8  10^24  septillion  quadrillion  oktillion
 9  10^27  octillion  quadrilliard  ennillion
 10  10^30  nonillion  quintillion  dekillion
 11  10^33  decillion  quintilliard  hendekillion
 12  10^36  undecillion  sextillion  dodekillion
 13  10^39  duodecillion  sextilliard  trisdekillion
 14  10^42  tredecillion  septillion  tetradekillion
 15  10^45  quattuordecillion  septilliard  pentadekillion
 16  10^48  quindecillion  octillion  hexadekillion
 17  10^51  sexdecillion octilliard 
 18  10^54  septendecillion  nonillion  oktadekillion
 19  10^57  octodecillion  nonilliard  enneadekillion
 20  10^60  novemdecillion  decillion  icosillion
 21  10^63  vigintillion  decilliard  icosihenillion
 22  10^66  unvigintillion  undecillion  icosidillion
 23  10^69  duovigintillion  undecilliard  icositrillion
 24  10^72  trevigintillion  duodecillion  icositetrillion
 25  10^75  quattuorvigintillion  duodecilliard  icosipentillion
 26  10^78  quinvigintillion  tredecillion  icosihexillion
 27  10^81  sexvigintillion  tredecilliard  icosiheptillion
 28  10^84  septenvigintillion  quattuordecillion  icosioktillion
 29  10^87  octovigintillion  quattuordecilliard  icosiennillion
 30  10^90  novemvigintillion  quindecillion  triacontillion
 31  10^93  trigintillion  quindecilliard  triacontahenillion
 32  10^96  untrigintillion  sexdecillion  triacontadillion
 33  10^99  duotrigintillion  sexdecilliard  triacontatrillion

Let's take a look at what Rowlett decided to do with the Greek roots. Things go as you would expect up until the name "oktillion" instead of "octillion" for 10^24. It's pretty obvious why he renamed it: so it would not be confused with octillion. But there's another problem: they would both be pronounced /ok-til-yun/, leading to confusion. Luckily that's an easy problem to fix: pronounce octillion /ok-til-yun/ and oktillion /oak-til-yun/.

A similar thing is done with "dekillion" instead of "decillion". This time pronunciation is an even easier problem to fix: pronounce decillion /des-ill-yun/ and pronounce dekillion /deck-ill-yun/.

After that continuation would go similar to expected, with a few quirks. To summarize them let's compare numbers in Greek vs Rowlett's -illions.

n n in Greek nth -illion in Rowlett's system
11 enteka hendekillion
12 dodeka dodekillion
13 dekatria trisdekillion
14 dekatessera tetradekillion
15 dekapente pentadekillion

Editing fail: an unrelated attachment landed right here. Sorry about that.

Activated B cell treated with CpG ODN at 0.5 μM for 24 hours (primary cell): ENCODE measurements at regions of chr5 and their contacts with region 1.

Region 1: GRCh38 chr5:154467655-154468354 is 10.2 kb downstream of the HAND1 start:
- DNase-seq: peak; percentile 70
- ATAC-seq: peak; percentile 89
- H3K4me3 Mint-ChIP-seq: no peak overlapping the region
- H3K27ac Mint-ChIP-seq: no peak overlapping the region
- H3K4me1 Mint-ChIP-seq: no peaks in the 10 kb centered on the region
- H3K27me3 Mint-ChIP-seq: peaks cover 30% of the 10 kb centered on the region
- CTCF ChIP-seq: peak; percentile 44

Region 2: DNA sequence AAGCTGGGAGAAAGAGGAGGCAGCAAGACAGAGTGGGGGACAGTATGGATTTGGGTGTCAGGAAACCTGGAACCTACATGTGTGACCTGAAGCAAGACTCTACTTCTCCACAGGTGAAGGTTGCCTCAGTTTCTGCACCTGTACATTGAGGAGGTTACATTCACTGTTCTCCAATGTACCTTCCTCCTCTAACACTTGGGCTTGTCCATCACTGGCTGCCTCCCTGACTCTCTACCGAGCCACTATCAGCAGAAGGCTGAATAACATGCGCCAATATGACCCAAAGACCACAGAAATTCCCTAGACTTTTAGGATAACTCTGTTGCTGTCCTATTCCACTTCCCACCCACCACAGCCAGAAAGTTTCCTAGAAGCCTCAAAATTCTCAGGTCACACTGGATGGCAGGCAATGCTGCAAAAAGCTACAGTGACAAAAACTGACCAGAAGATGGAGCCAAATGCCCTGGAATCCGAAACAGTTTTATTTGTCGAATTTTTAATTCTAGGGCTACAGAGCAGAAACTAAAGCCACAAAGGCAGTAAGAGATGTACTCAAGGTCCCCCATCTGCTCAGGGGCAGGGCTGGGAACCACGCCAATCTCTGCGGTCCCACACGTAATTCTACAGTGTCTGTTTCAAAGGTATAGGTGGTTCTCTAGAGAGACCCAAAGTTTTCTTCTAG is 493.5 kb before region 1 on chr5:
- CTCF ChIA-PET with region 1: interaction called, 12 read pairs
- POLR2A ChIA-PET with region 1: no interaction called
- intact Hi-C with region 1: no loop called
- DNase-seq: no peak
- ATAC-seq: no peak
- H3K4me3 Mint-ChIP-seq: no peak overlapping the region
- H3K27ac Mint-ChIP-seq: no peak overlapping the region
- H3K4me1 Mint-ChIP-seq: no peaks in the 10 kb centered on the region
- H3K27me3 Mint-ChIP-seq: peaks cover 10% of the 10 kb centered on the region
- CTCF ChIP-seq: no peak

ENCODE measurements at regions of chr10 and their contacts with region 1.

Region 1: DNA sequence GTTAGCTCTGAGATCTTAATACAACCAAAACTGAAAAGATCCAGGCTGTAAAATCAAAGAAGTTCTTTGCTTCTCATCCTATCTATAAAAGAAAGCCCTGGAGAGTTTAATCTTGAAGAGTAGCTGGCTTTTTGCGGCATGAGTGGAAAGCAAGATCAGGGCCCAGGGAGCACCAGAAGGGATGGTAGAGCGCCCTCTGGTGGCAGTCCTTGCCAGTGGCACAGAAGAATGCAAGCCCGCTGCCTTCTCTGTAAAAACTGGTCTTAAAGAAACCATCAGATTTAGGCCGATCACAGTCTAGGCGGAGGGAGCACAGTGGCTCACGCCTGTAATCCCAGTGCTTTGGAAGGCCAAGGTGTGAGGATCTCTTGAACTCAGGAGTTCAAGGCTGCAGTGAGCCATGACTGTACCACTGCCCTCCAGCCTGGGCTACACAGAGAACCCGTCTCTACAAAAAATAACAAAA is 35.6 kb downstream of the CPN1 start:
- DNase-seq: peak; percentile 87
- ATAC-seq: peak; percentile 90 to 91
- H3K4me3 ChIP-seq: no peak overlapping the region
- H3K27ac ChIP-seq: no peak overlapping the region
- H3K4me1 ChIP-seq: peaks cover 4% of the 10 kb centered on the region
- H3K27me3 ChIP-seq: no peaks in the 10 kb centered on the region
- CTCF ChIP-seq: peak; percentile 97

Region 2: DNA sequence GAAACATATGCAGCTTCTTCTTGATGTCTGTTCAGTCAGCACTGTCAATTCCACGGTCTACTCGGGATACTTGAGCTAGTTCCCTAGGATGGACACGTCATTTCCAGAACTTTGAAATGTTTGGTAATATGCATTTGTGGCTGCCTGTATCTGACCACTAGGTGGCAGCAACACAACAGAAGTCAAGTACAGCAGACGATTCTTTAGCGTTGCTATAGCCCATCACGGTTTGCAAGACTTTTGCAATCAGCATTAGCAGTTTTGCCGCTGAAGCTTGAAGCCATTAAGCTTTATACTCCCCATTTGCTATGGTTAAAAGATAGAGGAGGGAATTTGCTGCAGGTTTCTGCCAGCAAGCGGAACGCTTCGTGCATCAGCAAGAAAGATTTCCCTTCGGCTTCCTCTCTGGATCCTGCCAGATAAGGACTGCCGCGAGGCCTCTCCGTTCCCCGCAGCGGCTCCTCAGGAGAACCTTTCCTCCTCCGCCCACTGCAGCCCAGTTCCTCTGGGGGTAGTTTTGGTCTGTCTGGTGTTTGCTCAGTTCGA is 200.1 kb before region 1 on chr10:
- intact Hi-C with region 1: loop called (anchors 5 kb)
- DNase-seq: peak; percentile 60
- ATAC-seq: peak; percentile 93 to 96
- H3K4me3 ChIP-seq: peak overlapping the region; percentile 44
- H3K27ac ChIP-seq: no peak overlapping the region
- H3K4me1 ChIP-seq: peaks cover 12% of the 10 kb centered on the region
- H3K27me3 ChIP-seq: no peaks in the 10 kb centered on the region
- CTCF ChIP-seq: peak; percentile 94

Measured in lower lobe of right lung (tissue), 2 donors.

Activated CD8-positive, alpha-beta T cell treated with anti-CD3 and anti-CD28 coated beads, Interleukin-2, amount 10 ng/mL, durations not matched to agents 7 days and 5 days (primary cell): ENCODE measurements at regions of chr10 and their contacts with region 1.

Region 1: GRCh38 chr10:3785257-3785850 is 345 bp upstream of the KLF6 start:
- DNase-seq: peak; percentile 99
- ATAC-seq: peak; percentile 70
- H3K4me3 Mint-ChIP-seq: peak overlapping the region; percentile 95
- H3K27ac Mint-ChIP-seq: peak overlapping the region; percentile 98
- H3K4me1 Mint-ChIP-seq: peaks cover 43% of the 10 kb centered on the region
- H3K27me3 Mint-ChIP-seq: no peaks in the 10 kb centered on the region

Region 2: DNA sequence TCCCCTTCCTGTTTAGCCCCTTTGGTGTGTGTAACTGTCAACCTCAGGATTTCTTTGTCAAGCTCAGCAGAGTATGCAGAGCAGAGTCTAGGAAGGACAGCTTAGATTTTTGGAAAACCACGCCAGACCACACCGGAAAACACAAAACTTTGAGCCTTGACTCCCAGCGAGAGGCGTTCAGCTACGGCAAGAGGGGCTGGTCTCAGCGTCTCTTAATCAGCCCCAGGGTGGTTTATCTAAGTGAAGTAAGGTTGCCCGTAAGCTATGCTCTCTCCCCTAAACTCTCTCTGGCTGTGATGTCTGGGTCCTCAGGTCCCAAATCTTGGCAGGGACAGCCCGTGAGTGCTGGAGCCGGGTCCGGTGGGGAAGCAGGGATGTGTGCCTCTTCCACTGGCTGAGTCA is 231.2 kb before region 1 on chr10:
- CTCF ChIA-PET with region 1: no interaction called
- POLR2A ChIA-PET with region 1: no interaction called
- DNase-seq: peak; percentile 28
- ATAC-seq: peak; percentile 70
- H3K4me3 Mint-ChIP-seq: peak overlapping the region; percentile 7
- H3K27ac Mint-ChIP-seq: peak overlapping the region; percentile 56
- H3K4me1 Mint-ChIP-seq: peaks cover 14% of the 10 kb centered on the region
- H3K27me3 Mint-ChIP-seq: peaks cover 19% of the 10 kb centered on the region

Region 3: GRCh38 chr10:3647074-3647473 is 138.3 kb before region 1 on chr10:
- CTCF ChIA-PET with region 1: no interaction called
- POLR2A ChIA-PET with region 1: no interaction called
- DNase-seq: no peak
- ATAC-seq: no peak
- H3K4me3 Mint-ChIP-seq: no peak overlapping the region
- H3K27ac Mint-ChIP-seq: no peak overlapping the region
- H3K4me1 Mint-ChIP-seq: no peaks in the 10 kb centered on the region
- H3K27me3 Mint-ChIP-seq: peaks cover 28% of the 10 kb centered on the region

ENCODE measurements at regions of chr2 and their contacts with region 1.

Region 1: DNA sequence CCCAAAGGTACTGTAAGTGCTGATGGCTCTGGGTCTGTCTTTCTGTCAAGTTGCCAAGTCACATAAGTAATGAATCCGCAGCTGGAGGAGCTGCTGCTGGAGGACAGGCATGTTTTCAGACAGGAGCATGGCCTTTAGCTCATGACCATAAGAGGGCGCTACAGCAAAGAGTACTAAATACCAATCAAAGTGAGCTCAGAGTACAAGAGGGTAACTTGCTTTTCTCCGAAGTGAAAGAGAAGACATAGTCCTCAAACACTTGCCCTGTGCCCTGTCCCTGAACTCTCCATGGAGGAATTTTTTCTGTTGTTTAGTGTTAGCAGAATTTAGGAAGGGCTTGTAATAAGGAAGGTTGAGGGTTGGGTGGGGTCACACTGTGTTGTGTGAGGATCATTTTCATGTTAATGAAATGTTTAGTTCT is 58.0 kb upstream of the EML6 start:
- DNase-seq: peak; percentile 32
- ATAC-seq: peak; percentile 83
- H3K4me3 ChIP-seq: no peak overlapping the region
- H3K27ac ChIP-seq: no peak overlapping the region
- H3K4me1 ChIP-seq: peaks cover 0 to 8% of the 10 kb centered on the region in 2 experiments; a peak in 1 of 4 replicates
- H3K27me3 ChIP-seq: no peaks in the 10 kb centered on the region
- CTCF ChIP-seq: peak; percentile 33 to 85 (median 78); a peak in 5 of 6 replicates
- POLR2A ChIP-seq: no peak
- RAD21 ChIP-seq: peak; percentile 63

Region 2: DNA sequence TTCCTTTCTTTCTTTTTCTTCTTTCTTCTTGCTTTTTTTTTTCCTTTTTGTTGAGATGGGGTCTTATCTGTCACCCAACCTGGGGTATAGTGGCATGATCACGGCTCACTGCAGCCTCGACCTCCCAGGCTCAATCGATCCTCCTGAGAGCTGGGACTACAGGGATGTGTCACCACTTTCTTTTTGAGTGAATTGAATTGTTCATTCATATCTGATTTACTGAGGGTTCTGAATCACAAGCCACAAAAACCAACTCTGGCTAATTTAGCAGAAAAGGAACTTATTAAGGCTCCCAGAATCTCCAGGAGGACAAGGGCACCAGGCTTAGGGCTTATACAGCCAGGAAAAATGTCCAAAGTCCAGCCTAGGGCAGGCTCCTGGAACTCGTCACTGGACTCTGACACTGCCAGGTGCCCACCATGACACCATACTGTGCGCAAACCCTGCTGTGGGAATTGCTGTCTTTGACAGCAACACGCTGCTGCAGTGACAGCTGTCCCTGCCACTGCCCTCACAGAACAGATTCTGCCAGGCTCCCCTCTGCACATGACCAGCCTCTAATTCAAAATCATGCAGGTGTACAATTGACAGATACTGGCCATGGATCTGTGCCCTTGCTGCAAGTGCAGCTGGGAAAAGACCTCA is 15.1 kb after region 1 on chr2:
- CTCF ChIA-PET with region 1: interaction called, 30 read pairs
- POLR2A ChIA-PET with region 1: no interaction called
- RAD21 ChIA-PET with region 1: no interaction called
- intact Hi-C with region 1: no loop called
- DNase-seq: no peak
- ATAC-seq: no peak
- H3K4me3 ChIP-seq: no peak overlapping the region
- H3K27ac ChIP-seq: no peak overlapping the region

16 dekaexi hexadekillion
17 dekaepta heptadekillion
18 dekaokto oktadekillion
19 dekaennea enneadekillion
20 eikosi * icosillion
21 eikosi ena icosihenillion
22 eikosi dyo icosidillion
23 eikosi tria icositrillion
24 eikosi tesseris icositetrillion
25 eikosi pente icosipentillion
26 eikosi exi icosihexillion
27 eikosi epta icosiheptillion
28 eikosi okto icosioktillion 
29 eikosi ennea icosiennillion
30 trianta triacontillion
31 trianta ena triacontahenillion
32 trianta dyo triacontadillion
33 trianta tria triacontatrillion
* pronounced /ee-koh-see/

As you can tell, the names aren't a perfect match, but they work quite well and are in fact easier to memorize than the real Greek numbers. Triacontatrillion is as far as Rowlett goes with the names, but it's easy to go further: Sbiis Saibian does just that on his article on Rowlett's -illions, and from here on out I'll cover how they're extended.

Extending Rowlett's -illions

To extend Rowlett's -illions, you start with the Greek names for 40, 50, 60, 70, 80, 90, which are:


But those don't really match with the pattern Rowlett used. To match with the pattern we use these roots instead:


This can give us the names:

tetracontillion = 10^120
pentacontillion = 10^150
hexacontillion = 10^180
heptacontillion = 10^210
oktacontillion = 10^240
ennacontillion = 10^270

(a lot of these and later names intersect with Bowers' -illions, but we'll discuss those later)

After that root, we won't use "ekato", the Greek name for 100, but we'll use the name "hectillion" for 10^300. Thus it's easy to continue:

hectahenillion = 10^303 — this is equal to a centillion in the short scale
hectadekillion = 10^330
hectaicosillion = 10^360
duohectillion = 10^600
duohectahenillion = 10^603
triahectillion = 10^900
tetrahectillion = 10^1200
pentahectillion = 10^1500
ennahectillion = 10^2700
ennahectaennacontaennillion = 10^2997

Good so far. But now we need a name for 10^3000, the thousandth -illion in this system. Even though the Greek name for a thousand is chilias (/keel-ee-as/), Sbiis Saibian instead suggests the name "kilillion", using "kilo" from the SI prefix for 1000. Thus we can continue:

kilillion = 10^3000
kilohenillion = 10^3003
kilodekillion = 10^3030
kilohectillion = 10^3300
duokilillion = 10^6000